Sometimes, days go by with nothing really significant to report on Defence of the Realm. Other times, the news floods in and it's a job keeping up. Yesterday was one of those days, and we've not finished yet. That European white elephant, the Airbus A400M, has reared its computer-generated head again.
Actually, although the A400M is a military aircraft, this is a political project and, once again, we have the real world impinging on the fantasy construct in which the "colleagues" have invested so much time, money and political capital.
As we left it in March with a contract break in the offing on 1 April – giving the opportunity to the prospective purchasers to cancel – the decision on whether to walk away was postponed until 1 July.
However, with the deadline now racing closer at the speed of an Airbus computer graphics designer, no agreement on the future of the project is forthcoming. But, like the "colleagues" confronted with a "no" vote in a referendum, this lot cannot take no for an answer either. Thus, they have simply extended the deadline for another month.
This zombie-like behaviour – the aircraft proving impossible to kill - was agreed on Monday by the defence ministers of the seven European customer nations.
Needless to say, this is a European month, so it isn't really a month after which the project comes to an end. Explained by French defence minister Herve Morin, the agreement to extend the deadline by one-month is actually a short discussion break to allow time to look into the issues, "in particular the financial questions with the company. "
The outcome of this break is then to decide whether to grant another six-month delay, this one being used to renegotiate the A400M contract with Airbus in an attempt to keep the project alive.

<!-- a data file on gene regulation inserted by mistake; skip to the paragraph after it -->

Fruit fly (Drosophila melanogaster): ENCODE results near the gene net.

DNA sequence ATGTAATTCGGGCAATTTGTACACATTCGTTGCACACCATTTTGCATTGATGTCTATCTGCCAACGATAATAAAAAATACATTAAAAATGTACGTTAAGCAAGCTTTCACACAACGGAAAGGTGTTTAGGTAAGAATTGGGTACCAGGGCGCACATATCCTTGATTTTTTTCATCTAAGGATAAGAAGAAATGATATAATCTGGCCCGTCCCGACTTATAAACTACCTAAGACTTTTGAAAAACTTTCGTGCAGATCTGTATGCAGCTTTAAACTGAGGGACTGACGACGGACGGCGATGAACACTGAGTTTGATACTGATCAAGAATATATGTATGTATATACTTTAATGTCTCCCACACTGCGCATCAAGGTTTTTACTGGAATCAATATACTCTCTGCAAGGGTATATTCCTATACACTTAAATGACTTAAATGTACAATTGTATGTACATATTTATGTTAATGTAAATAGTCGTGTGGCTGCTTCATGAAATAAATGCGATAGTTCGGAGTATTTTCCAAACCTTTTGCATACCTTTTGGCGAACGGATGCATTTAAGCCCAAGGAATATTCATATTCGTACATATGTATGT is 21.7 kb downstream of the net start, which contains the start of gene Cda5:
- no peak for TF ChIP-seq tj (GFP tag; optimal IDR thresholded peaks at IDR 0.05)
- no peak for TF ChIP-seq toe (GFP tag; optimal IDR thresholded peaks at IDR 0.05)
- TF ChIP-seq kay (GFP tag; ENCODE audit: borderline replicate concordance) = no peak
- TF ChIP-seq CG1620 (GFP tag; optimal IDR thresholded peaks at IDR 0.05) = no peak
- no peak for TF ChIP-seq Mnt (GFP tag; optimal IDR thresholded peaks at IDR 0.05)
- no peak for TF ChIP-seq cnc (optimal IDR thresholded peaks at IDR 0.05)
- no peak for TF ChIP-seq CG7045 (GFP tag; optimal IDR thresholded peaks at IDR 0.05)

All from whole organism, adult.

That development represents a partial victory for the French and Germans, who wanted to move straight to a renegotiation. This, however, was blocked by Britain which is getting increasingly concerned at both the costs and the delays. So the answer to a British objection to a six-month delay is to have a one month delay … followed by a six-month delay.
Whether Britain will stay the course still has not been decided. Quentin Davies, representing the MoD has admitted the talks were "difficult" and is warning that there will have to be "a very great deal of progress with (Airbus) in order to save this project."
However, just to add further interest to a messy situation, Airbus has confirmed that the lead customer, Germany, definitely will not see the first delivery before 2014, with the overall delivery timetable having been further delayed.
It then gets even more interesting with the news that the Chinese have completed building their first Airbus model under licence, and are now in a position to challenge the British wing-making monopoly.
Whether that is used as a threat to keep Britain on board is anyone's guess but, if there is a stitch-up in the making, the RAF had better reconcile itself to the prospect of flying computer graphics rather than real aeroplanes. At least, though, that will keep the carbon footprint down.